Cannabis factory case dropped because Vietnamese interpreter not available
Three Vietnamese men accused of running a cannabis factory have had the case against them dropped – because an interpreter was not available.
The trio were alleged to have been in possession of cannabis with a street value of £185,000 following a raid on the premises in Auchtermuchty, Fife.
But a judge at Dundee Sheriff Court threw the case out on Tuesday this week after a Vietnamese interpreter was unavailable.
Ngoc Anh Duong (26), Minh My Ho (20), and Long Van Le (22) walked free following the bungle.
Although the Crown Office says it has not ruled out future proceedings, the case has led to claims that the SNP government is running an “amateurish” and “incompetent” Scottish justice system.
The alleged cannabis farm, on an industrial estate in the town, was raided on Friday following reports of a strong smell of cannabis coming from inside.
The three Vietnamese nationals were due to appear before a sheriff at Dundee on Monday.
An interpreter, for reasons that have not yet been explained, was unavailable that day. Lawyers for the accused said they were unable to take instructions from their clients.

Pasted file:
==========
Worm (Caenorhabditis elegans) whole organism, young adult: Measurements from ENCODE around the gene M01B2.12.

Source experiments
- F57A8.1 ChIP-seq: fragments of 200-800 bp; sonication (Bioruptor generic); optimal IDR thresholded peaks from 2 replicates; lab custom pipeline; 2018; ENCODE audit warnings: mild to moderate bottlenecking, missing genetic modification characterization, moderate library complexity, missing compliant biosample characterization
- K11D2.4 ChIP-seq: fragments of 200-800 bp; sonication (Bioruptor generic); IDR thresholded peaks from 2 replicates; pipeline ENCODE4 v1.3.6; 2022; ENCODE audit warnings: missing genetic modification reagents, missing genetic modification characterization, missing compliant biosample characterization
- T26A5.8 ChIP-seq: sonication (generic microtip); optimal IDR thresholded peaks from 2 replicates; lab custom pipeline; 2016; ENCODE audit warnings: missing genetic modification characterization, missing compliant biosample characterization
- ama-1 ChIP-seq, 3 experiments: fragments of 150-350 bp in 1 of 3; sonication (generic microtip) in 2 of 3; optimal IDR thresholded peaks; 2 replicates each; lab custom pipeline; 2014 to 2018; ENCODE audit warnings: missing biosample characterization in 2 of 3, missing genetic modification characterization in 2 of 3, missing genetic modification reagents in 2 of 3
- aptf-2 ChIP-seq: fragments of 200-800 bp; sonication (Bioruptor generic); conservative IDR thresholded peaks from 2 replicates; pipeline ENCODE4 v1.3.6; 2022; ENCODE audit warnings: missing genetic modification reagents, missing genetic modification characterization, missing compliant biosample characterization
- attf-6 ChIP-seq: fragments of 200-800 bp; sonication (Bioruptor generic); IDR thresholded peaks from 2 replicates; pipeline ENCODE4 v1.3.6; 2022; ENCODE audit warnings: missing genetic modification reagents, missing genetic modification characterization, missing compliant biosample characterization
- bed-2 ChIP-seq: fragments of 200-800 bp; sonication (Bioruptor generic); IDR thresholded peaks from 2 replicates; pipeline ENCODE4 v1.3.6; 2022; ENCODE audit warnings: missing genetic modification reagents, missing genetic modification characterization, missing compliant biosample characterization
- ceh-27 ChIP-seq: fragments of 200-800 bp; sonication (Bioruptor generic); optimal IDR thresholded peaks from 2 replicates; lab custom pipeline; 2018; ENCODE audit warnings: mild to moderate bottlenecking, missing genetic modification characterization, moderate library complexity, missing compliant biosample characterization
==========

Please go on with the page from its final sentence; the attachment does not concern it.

The following day, the sheriff threw out the case against the men.
Scottish Conservative north east Scotland candidate Alex Johnstone said: “This was a serious crime and the fact the case was dropped due to a lack of interpreter highlights the SNP’s incompetence on justice in Scotland.
“I’m sure most law-abiding adults will be shocked by this outcome.
“What sort of message does this send out to others?”
Jonathan Isaby, Chief Executive of the TaxPayers’ Alliance said: “Amateurish errors such as this clog up the court system and costs taxpayers dearly.
“It’s patently obvious that in order for the courts to operate properly and fairly, defendants have to be able to understand the proceedings and it beggars belief that this has been allowed to happen.”
A Crown Office spokesman said: “The case could not go ahead as police and the court were unable to provide an interpreter in the time available.
“The outcome does not prevent future criminal proceedings.”
It was revealed in 2009 that the Scottish Court Service have spent more than £3m on interpreters in the last five years.